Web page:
For many San Diegans, 2002 was one of those years best spent in the beanbag, contemplating KGTV anchor-dude Hal Clement's nose hairs. There was no reason to go out there in the real world, which Hal assures us is occupied by strange schoolmarms doing random thong checks and child killers mingling with wife-swappin' pot heads.
Better just to hunker down and hope it all blows over.
It was that kind of year, which is why some San Diegans are moving toward 2003 like bloated seals wallowing into the ocean, hoping for a safe haven from the strange men with baseball bats.
These folks took a pounding in 2002, reminding us that our lives may be hell, but at least we're not them:
* Poet Quincy Troupe was vilified for lying about a college degree on his résumé, shocking San Diegans who believe the best poets need to take classes in calculus and the history of lint in order to achieve greatness. Meanwhile, members of the San Diego City Council and civic leaders sung tributes to outgoing ethically-challenged Councilman Byron Wear, who often claimed to have achieved the Herculean academic feat of completing two years at San Diego State, even though he had never finished a course.
* Term limits forced the Rev. George Stevens off the San Diego City Council, eliminating God's official walkie-talkie to city government. Whether the topic was anal sex or parking permits in Mission Beach, Stevens always made it clear that his viewpoint came directly from his regular chats with the Big Guy, which made him a tough man to debate. With Stevens gone from the council, a bitter God will have to rely on lightning bolts and The X-Files reruns to communicate with the masses.
* John Moores' image went from friendly philanthropist and dorky owner of the Padres to Evil Billionaire and weasely doubletalker. Moores' year included his pithy decision to revoke a promised gift to San Diego State University after the Daily Aztec ran a column criticizing him and a big-time Enron-style scandal at one of his moneymakers, Peregrine Systems. He also managed to piss off some of his biggest supporters by changing the plans for the downtown ballpark, cutting down a park and adding office towers, a classic bait and switch. But he was officially labeled as a wacko when he announced his willingness to shut down baseball for a year rather than give in to the players union. Such crazed talk scared even his fellow owners, who immediately decided to settle.
* After several columns in the U-T news pages with breathless details about her vacation in Africa, desperate news section columnist Diane Bell found a new low when she devoted the first part of her column to news of a man who found lost kittens-and, wow, get this!-took them to an animal shelter. A few weeks later Bell landed another big scoop when she reported that two "San Diego friends" had an "interesting wager" on the next day's San Diego Chargers-Buffalo Bills game. The loser would have to buy the other guy lunch and-wow, get this!-"wear a Raiders jersey throughout the meal."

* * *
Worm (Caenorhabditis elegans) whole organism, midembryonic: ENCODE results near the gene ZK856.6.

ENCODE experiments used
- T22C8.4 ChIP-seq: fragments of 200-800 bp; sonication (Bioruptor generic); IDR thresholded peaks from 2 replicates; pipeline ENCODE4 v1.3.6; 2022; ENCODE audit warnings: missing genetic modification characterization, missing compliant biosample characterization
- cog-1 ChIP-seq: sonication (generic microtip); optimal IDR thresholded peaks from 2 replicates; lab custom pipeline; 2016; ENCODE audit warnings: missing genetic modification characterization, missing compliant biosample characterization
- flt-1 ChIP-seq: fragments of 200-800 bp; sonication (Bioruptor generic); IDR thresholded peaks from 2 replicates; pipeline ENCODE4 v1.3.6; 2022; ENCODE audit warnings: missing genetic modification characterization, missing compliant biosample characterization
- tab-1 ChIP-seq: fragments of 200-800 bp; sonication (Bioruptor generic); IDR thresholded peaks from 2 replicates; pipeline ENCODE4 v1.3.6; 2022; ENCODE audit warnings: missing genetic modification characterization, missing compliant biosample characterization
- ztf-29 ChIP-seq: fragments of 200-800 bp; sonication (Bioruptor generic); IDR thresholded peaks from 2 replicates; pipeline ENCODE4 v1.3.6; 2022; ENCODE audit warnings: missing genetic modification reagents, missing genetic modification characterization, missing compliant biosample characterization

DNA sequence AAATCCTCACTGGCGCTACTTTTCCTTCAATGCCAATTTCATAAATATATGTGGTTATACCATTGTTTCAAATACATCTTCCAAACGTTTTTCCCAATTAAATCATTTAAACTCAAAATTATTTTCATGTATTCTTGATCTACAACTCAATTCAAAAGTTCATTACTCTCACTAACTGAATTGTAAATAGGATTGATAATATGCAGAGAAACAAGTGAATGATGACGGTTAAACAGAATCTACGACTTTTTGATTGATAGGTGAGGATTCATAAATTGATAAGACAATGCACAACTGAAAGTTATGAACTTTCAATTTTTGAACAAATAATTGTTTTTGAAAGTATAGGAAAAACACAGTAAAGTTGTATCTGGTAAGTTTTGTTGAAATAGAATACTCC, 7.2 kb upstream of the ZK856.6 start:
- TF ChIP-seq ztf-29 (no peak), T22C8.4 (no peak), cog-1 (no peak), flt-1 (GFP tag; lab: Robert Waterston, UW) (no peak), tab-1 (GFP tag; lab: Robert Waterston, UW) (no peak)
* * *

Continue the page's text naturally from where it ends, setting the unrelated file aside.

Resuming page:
* Clear Channel Communications-owned KGB-FM dumped afternoon disc jockey Jim McInnes, who had been with the station since Jerry Ford was president. Although McInnes was replaced by rock preacher Mojo Nixon, the move was widely seen as further evidence of soulless Clear Channel's efforts to eliminate live voices from the radio. At about the same time, Tom Petty released "The Last DJ," a mournful look at corporate radio eliminating disc jockeys. Clear Channel stations around the country, thinking the song was about a basketball player, put the song in heavy rotation.
* It was another good year for City Council staffers, once known for little more than their ability to fetch coffee. With the addition of Charles Lewis and Michael Zucchet, the council is now dominated by former council aides, a job usually handled by faceless, no-talent bureaucrats. With San Diego's beer-gut puppet masters eager to push political dweebs on to the council, Kevin Faulconer was considered a front runner for the second district seat, even though he described himself as a "public relations executive," which translates in the real world as "toady bootlicker." But it was not meant to be for Faulconer, who lost, suggesting that even voters think PR people don't know crap.
* San Diego State University was torn with scandal and conflict over whether it was appropriate to have a half-naked dude with a spear serve as the school mascot. Administrators wracked with angst couldn't decide on a new mascot, but tried to call in air strikes to prevent support for the ol' half-naked dude. Amidst the academic turmoil, State was once again named one of the best party schools in the country.
* Black clouds circulated around KFMB-TV's sports geek Ted Leitner when reports surfaced that he may finally get the boot. Leitner's possible demise sent staffers scurrying to figure out what the station could do with the money saved from Leitner's salary. They calculated the extra money could be used to hire five photographers and maybe three or four top-notch news babes from Yuma, although most agreed management would probably spend the money on a new weather radar computer that can also play "Grand Theft Auto."
* In a true display of fatherly love, suburban child killer David Westerfield tried to blame child pornography found on his computer on his son, ignoring advice in Better Parenting magazine against accusing kids of your perversions. The son took the stand to deny that he was collecting pictures of little girls, contradicting dear ol' Dad. The jury believed the kid, assuring that 2002 would be a really lousy year for Westerfield.